Updated April 20, 2022 - 3:32 pm
It was a week before her 14th birthday, and Daniella Young was late for school.
When her father walked into her bedroom on Oct. 13, he found the eighth grader slumped against her nightstand. Jason Young spent seven minutes performing chest compressions on his daughter before paramedics arrived, only for Daniella to be pronounced dead in her bedroom.
Later, the girl’s parents would learn that she had overdosed on fentanyl from a pill that 32-year-old Marcas Crowley gave her in exchange for sex.
“Crowley’s murderous intentions and sexual deviancy stole my daughter’s innocence and ultimately her life,” Daniella’s mother, Sabrina, said during the man’s sentencing hearing on Wednesday.
In February, Crowley pleaded guilty to voluntary manslaughter with a deadly weapon and sexually motivated coercion for his role in the girl’s death. District Judge Tierra Jones sentenced him on Wednesday to between seven and 20 years in prison.
“This sentence is the highest sentence that any defendant has been adjudicated of since our office began prosecuting these cases,” prosecutor Eckley Keach said Wednesday. “The district attorney’s office hopes that this sentence brings justice and some closure to the parents of Daniella.”
Crowley initially faced a second-degree murder charge in connection with the girl’s death. The case is one of at least 11 in which Clark County prosecutors have filed murder charges against someone accused of selling drugs linked to an overdose death in the past two years.
None of the cases in Clark County has resulted in a murder conviction.
Grand jury indictment
In January, a grand jury indicted Crowley on felony counts of lewdness with a child, possession of visual pornography, permitting a minor to produce pornography, child abuse and sale of a controlled substance. The grand jury declined to indict Crowley on the murder charge, but prosecutors filed a separate murder charge in hopes of holding a preliminary hearing in front of a justice of the peace.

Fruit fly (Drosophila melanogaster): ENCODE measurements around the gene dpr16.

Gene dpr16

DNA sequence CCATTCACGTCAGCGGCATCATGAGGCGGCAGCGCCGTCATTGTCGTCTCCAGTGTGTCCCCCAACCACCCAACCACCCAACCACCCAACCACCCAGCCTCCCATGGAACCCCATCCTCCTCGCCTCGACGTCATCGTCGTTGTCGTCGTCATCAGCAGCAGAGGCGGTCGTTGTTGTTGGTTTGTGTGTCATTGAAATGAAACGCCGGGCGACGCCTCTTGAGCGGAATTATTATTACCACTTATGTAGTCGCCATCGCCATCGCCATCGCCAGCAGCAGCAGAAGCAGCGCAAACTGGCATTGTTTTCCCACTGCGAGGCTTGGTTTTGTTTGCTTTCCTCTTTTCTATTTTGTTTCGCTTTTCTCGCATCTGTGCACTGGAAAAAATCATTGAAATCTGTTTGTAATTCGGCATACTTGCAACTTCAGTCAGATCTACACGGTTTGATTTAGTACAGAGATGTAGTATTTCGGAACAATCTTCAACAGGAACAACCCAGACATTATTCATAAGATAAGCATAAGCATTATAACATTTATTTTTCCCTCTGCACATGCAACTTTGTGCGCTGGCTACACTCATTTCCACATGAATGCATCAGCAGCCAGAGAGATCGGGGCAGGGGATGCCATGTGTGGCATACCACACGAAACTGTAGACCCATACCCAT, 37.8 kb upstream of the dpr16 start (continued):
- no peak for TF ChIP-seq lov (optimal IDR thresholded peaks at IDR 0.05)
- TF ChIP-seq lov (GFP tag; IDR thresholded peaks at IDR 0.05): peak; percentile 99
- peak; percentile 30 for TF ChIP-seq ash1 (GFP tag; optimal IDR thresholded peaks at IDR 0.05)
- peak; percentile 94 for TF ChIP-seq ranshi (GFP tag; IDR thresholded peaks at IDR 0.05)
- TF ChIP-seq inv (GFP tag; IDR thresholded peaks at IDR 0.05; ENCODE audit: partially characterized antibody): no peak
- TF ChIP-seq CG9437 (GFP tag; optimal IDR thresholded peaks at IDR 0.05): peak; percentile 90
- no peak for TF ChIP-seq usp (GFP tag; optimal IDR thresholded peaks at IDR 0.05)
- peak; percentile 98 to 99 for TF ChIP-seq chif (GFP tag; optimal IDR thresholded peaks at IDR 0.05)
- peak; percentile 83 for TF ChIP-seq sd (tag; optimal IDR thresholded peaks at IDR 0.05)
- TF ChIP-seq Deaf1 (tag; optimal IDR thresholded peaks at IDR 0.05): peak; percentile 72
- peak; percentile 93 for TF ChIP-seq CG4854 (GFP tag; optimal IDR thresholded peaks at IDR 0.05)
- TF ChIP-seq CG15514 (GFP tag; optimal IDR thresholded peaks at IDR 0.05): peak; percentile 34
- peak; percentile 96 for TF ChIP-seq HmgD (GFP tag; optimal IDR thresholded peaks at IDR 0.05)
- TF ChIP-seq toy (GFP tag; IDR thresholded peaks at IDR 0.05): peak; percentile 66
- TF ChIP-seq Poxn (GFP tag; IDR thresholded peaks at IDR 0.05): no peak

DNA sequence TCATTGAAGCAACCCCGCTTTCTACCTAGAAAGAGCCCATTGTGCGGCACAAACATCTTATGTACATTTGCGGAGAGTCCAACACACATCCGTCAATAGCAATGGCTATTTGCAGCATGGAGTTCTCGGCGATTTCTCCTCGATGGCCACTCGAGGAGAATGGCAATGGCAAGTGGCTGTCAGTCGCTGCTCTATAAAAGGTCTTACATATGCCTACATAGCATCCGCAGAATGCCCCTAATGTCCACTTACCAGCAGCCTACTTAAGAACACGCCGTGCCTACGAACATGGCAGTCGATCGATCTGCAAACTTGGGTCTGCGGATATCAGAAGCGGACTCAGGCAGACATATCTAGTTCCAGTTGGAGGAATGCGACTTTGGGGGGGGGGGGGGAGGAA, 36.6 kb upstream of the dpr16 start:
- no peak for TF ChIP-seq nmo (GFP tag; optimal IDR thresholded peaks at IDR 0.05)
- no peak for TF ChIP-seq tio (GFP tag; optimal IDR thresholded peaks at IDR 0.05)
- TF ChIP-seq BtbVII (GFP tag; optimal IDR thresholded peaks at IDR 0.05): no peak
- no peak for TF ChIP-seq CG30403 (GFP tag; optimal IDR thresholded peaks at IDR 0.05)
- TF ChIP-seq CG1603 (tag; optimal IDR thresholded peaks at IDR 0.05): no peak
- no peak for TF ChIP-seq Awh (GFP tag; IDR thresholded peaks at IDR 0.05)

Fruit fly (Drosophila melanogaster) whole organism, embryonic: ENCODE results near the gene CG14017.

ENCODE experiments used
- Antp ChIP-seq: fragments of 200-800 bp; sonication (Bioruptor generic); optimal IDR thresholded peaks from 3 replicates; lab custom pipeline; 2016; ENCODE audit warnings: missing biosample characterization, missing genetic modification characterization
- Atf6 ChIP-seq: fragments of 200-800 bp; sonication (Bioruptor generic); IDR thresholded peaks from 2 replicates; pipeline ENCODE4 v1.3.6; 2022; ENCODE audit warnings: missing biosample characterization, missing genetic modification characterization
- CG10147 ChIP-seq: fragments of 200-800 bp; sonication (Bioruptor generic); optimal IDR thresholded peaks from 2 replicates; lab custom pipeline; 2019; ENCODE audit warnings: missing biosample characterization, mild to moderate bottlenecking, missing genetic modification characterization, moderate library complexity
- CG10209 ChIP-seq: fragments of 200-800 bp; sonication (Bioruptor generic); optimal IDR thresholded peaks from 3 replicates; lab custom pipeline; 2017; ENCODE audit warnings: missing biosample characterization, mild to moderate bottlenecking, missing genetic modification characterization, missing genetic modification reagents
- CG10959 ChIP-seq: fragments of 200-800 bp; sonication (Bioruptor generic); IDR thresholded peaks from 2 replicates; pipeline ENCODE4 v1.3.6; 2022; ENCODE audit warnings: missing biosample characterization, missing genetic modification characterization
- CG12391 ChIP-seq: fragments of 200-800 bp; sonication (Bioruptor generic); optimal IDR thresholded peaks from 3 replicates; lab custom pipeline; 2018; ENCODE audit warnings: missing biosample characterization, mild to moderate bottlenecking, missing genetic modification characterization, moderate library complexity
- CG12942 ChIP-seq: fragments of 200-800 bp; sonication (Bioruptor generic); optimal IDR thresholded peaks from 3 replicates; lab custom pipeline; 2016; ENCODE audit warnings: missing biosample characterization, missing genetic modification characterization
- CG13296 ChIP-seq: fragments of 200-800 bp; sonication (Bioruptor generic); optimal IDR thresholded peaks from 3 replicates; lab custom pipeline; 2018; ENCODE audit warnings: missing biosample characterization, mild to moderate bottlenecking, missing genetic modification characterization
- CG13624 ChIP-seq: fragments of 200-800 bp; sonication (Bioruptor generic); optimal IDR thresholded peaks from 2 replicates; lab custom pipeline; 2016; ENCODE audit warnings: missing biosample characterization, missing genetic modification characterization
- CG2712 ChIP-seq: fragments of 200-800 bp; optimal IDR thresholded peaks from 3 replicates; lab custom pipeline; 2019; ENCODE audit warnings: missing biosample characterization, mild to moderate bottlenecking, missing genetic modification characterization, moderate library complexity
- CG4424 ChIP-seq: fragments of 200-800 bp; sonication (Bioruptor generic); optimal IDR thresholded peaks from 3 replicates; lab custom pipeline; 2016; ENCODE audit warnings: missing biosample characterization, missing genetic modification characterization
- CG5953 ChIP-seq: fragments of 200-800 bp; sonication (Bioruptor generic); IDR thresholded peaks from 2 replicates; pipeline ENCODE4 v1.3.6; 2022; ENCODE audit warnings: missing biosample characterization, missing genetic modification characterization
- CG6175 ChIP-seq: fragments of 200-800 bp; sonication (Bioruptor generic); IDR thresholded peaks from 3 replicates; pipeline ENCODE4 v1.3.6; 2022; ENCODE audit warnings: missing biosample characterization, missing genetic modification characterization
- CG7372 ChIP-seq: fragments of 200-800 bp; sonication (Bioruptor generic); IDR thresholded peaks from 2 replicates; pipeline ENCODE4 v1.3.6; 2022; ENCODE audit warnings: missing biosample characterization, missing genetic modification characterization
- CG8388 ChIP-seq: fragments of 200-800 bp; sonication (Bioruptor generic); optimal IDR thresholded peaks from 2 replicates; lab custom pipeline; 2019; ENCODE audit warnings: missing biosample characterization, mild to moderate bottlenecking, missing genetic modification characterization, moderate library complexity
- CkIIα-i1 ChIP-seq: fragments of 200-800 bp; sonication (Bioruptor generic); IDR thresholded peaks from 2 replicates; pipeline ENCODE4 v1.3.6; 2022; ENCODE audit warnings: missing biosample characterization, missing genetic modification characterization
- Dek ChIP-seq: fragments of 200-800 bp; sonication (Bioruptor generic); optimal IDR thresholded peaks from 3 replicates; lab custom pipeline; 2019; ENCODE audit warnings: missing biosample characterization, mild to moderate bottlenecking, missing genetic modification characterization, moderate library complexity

Because of Crowley’s guilty plea, which he entered the day his preliminary hearing was scheduled to take place, the other charges are set to be dismissed, court records show.
Although fentanyl has not been considered a deadly weapon in similar overdose cases, Keach said prosecutors agreed to the enhancement for Crowley “in order to obtain a higher stipulated sentence for the purposes of this plea.”
Police have said that Crowley sold cocaine, ecstasy and Percocet through Snapchat. On Sept. 5, he messaged Daniella, who was a student at Rogich Middle School in Summerlin, about “percs,” and she said: “I’ll (hit you up) when I get money,” according to Crowley’s arrest report.
Over the next month, indecent photos and videos of Daniella were sent to Crowley over Snapchat in exchange for drugs, police said. At the time of his arrest, Crowley told police he thought the girl was 17.
Daniella’s death was ruled an accident from fentanyl toxicity, the Clark County coroner’s office said. Other significant conditions of her death were recent cocaine and methamphetamine use. She also was found to have THC and alcohol in her system, according to a copy of her autopsy report obtained by the Las Vegas Review-Journal.
“This is a remarkably sad case for all involved,” Crowley’s defense attorney, Craig Mueller, said Wednesday.
Speaking to the judge before he was sentenced, Crowley said he was “remorseful about the situation.”
“I’m baffled by everything that happened, and I just don’t have any other excuse,” he said.
A ‘zest for living’
Standing next to a photo of a smiling Daniella, her mother told the judge on Wednesday that the girl was a miracle. Sabrina Young said she desperately wanted to be a mother, and Daniella was born with the help of a surrogate after she had suffered multiple miscarriages.
For 13 years, Sabrina Young was a full-time, stay-at-home mom. Growing up, Daniella dreamed of becoming a forensic psychologist and learning to drive a Jeep, her dream car.
Now that her only child is gone, Sabrina Young said she feels like her heart “has been trampled on.”
“Marcas Crowley chose to take my daughter’s life with a single pill — a life that had been young, vibrant and filled with a zest for living,” the mother said.
Sabrina Young also called Crowley a “danger to our Las Vegas community.”
Jason Young told the judge that he is haunted by the memories of finding his daughter’s body. He said sentencing Crowley to a maximum of 20 years in prison would be justice for Daniella and his family.
“Fentanyl is an epidemic that’s killing our youth. It’s on the news constantly,” the father said. “As the dealer of this poison, Marcas Crowley’s sentence must reflect the severity of his crimes.”